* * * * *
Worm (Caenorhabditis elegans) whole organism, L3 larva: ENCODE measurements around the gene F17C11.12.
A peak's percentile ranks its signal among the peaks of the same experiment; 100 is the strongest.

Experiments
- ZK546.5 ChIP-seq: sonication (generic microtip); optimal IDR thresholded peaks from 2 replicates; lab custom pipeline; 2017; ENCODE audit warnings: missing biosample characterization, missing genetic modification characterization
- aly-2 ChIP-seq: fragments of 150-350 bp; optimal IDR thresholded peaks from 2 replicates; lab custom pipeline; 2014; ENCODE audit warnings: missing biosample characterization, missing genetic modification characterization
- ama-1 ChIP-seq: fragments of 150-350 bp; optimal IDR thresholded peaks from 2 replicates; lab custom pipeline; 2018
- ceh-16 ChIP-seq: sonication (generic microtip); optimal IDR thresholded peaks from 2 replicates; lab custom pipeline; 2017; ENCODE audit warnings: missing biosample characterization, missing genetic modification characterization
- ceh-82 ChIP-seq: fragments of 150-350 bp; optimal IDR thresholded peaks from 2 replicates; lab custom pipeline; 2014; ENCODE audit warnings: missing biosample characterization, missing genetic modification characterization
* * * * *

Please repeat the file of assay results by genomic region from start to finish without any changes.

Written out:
Worm (Caenorhabditis elegans) whole organism, L3 larva: ENCODE measurements around the gene F17C11.12.
A peak's percentile ranks its signal among the peaks of the same experiment; 100 is the strongest.

Experiments
- ZK546.5 ChIP-seq: sonication (generic microtip); optimal IDR thresholded peaks from 2 replicates; lab custom pipeline; 2017; ENCODE audit warnings: missing biosample characterization, missing genetic modification characterization
- aly-2 ChIP-seq: fragments of 150-350 bp; optimal IDR thresholded peaks from 2 replicates; lab custom pipeline; 2014; ENCODE audit warnings: missing biosample characterization, missing genetic modification characterization
- ama-1 ChIP-seq: fragments of 150-350 bp; optimal IDR thresholded peaks from 2 replicates; lab custom pipeline; 2018
- ceh-16 ChIP-seq: sonication (generic microtip); optimal IDR thresholded peaks from 2 replicates; lab custom pipeline; 2017; ENCODE audit warnings: missing biosample characterization, missing genetic modification characterization
- ceh-82 ChIP-seq: fragments of 150-350 bp; optimal IDR thresholded peaks from 2 replicates; lab custom pipeline; 2014; ENCODE audit warnings: missing biosample characterization, missing genetic modification characterization